At the start of each year, the leader of the ANC – the ruling party in South Africa since 1994 – does something called the January 8th Address. It’s a big speech, in front of a stadium full of bussed-in supporters. In it, the ANC sets out the party’s goals and gives everyone a pep talk: basically an internal State of the Union. It is, confusingly, only sometimes on the 8th of January.
This year it was the turn of Cyril Ramaphosa, whose narrow election, a few days before Christmas, had decisively turned the tide on years of rot under State President Jacob Zuma.
"This meeting today, you will notice," Cyril announced to the 30,000 party loyalists, "began on time. And from now on, we will begin things on time. Because when you are on time, you show respect, to the movement, to the party, and to the people whom we serve."
In an instant, it became clear just how much Cyril had suffered over the years. Here was a man of crisp punctuality, the sort of guy who irons his underpants, who had been forced to slog through all the eternally-late, always woefully-organised Zuma years. Even Cyril’s own election as ANC President had been mysteriously delayed for 90 minutes, while the world’s cameras sat around, trained on an empty podium.
As that result was finally announced, the never-effusive Cyril had allowed himself to moisten around the eyes slightly. It had, after all, been quite a struggle.
In 1990, on the day of Mandela’s release, it’s Ramaphosa who can be seen holding the microphone for his leader as he addresses 250,000 people on Cape Town’s Grand Parade. He went on to become the ANC’s chief negotiator during the transition to democracy, and he was Mandela’s favoured successor in 1999.
It wasn’t to be. Internal party deals meant he lost out to Thabo Mbeki, who in turn was dispatched by Zuma. That had become his reputation – that he didn’t have the nerve, he lacked the killer instinct. With his business background, and his often softly-spoken manner, Cyril was everything that Zuma – a singing, dancing, multi-wife Zulu nationalist who left school aged 12 – had railed against: the so-called "Clever Blacc", the "coconut" who turns their back on traditional custom to imitate white ways.
Today, Ramaphosa begins the first day of his Presidency on time, and with a to-do list longer than Zuma’s rap sheet.
As waves of corruption allegations began to encircle him, Zuma stuffed the cabinet with loyalists. With the survival instincts of the true cockroach, many of these are now singing Ramaphosa’s praises and denouncing their former boss. Few are competent.
But removing them is an act of bomb disposal – get rid of too many at once and he risks revolt. Even his deputy leader is a Team Zuma placeman. And given that many of his ministers could have prison terms in their future, they won’t be picked-off without a fight. Initial rumours are that he will sack only ten of his 60-odd ministers.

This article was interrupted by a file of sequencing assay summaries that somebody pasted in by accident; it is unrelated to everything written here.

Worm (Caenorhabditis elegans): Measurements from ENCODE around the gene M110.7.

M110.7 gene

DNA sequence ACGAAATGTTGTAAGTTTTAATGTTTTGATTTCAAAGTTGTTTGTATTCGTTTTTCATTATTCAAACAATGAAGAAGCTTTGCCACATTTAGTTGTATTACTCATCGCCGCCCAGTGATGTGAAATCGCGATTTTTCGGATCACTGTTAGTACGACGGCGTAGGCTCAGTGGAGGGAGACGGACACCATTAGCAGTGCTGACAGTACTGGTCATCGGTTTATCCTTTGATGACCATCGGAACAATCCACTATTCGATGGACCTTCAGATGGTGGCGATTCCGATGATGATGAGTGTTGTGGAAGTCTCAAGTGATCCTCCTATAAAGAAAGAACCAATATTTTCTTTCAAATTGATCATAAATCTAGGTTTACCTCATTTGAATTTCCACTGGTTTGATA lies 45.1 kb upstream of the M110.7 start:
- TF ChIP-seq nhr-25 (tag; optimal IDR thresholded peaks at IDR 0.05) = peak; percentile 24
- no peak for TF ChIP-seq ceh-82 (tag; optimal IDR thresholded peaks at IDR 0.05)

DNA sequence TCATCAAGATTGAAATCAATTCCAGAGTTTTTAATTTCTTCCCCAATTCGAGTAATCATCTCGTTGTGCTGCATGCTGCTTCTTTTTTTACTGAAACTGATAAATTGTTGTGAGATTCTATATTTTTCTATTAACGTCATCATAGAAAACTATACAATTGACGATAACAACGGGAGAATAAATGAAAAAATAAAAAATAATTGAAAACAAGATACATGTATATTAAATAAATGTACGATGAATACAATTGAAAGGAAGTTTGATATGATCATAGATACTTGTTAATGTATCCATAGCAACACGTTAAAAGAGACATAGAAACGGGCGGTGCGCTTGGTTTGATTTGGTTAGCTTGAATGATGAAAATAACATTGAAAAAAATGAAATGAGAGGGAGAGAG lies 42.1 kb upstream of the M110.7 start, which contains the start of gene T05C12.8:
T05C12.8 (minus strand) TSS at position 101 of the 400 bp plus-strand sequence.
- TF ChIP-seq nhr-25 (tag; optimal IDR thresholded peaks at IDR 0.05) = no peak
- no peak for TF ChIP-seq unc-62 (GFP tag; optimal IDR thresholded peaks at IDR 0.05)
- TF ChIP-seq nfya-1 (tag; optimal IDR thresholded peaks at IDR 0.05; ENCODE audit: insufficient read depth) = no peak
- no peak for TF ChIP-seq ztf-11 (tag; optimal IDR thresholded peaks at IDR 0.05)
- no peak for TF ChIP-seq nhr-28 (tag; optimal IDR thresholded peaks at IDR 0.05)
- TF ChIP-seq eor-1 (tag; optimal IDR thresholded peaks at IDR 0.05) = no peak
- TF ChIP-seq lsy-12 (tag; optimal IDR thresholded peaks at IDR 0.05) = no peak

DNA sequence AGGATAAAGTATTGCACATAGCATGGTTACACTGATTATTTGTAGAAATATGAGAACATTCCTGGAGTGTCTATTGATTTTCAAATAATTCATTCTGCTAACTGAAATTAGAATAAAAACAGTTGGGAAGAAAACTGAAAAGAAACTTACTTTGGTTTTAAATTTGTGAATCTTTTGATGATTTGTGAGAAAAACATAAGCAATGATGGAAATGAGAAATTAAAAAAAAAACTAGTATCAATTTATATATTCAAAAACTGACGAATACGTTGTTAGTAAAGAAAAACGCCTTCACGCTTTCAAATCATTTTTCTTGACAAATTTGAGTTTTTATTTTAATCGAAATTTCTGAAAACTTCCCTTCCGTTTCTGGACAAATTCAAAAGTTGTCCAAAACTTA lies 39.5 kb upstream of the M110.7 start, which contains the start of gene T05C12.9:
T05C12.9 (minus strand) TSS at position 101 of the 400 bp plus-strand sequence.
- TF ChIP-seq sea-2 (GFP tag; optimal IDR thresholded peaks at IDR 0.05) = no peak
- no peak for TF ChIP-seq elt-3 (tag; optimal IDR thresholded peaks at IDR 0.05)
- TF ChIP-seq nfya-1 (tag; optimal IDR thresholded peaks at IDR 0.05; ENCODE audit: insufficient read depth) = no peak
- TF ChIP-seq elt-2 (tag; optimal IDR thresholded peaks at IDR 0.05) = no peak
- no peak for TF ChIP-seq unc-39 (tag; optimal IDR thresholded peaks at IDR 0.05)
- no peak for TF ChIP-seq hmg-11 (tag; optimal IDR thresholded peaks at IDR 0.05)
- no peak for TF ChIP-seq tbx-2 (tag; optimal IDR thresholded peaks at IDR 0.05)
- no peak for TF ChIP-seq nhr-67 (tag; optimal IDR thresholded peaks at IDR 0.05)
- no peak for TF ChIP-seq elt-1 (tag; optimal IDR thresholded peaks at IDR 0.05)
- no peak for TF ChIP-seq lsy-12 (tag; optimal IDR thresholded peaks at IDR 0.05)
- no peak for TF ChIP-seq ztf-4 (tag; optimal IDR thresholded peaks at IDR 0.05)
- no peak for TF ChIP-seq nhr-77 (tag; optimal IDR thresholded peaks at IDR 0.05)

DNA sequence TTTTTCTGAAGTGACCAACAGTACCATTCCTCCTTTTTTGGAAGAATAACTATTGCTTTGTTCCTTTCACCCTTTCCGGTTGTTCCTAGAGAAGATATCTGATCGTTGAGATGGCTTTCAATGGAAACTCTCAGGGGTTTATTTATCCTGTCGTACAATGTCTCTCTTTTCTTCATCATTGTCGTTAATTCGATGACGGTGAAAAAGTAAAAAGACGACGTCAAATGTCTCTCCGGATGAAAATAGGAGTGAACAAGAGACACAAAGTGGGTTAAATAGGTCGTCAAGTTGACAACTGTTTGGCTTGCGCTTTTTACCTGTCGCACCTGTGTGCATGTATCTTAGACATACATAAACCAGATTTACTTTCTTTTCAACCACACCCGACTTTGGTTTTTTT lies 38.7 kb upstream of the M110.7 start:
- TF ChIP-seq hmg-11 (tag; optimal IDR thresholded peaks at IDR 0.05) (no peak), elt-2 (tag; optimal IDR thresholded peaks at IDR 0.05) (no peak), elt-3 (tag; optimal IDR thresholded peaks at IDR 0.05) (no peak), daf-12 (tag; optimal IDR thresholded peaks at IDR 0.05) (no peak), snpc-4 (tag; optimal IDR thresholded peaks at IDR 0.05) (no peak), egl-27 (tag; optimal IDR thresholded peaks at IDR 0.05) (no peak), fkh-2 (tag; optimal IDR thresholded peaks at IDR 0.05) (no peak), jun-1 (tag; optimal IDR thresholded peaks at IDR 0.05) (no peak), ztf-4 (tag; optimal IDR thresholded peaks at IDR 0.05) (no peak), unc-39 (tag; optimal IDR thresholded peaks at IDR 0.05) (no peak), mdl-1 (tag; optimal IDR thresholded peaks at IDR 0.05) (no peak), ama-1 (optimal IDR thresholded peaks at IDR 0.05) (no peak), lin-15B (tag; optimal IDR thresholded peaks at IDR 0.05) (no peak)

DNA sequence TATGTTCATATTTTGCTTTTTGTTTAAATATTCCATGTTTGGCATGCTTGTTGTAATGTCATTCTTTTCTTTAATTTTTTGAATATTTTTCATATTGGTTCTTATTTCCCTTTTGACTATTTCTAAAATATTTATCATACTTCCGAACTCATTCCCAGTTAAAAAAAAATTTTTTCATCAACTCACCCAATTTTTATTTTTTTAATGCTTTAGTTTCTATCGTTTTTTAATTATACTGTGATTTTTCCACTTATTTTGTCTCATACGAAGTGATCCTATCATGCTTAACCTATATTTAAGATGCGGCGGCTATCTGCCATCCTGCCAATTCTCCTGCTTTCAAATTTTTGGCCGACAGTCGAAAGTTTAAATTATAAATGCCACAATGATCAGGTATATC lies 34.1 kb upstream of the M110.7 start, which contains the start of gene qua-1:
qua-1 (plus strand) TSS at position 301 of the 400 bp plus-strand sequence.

Top of that list would be to kick out Malusi Gigaba, the finance minister whom Zuma parachuted in so he could wave through a ridiculously overpriced contract with the Russians for new nuclear power plants. Then Ramaphosa needs to cancel that deal, quickly. Rumour had it that Zuma only wanted to negotiate a three-month notice period for himself in order to complete the deal. As a high-ranking gangster himself, Jacob knows you don’t welch on a promise to Mr Putin.
Others are being sucked into the vortex as we speak. Wednesday saw a dawn raid on the Saxonwold complex belonging to Zuma’s paymasters, the billionaire Gupta family. Eight arrests were made – the cops are presently hunting Zuma’s son and shill-master-general Duduzane. A range of cabinet ministers may fall like dominoes as the evidence rolls in.
In the past couple of years, with his back against the wall, Zuma tried to divert attention by embracing economic redistribution. While harvesting billions into his and his paymasters’ coffers, he’d begun banging on White Monopoly Capital and attempted to start a race war with a little help from his pals at UK PR firm Bell Pottinger. He’d begun talking up "radical economic transformation", and his preferred successor (his ex-wife) had taken up the mantle.
His instincts were correct. Ordinary people are furious after decades of stalled delivery. Millions still lack basic sanitation, let alone houses. Land redistribution is hopelessly stalled. How to put white farms into black hands without either destroying the agricultural sector or bankrupting the state? If he can’t appease the poorest, then the likes of the Black First Land First movement and Julius Malema's Chavista Economic Freedom Fighters will be nipping at his heels come next year’s elections.
That pressure goes against his temperament. Born in revolutionary Marxist-Leninism, the ANC is a party where everyone still calls each other "comrade" when they’re asking how they take their tea. But billionaire Cyril’s pals are all in the Davos set. He believes there’s no redistribution without growth, and no growth without showing the world South Africa is open for business again.
For Ramaphosa, being open for business starts with weeding out the rot: building up a national infrastructure that has noticeably, often shockingly, declined. Since 2008, the debt-to-GDP ratio has tripled. Growth has staggered along under 2 percent – lower than the population growth rate. The country’s second-biggest city is about to completely run out of water. The AIDS rate is the third-highest in the world. The murder rate is running a close third to Honduras and El Salvador. The unemployment rate is 31 percent.
Come to think of it, better start early.
This article originally appeared on VICE UK.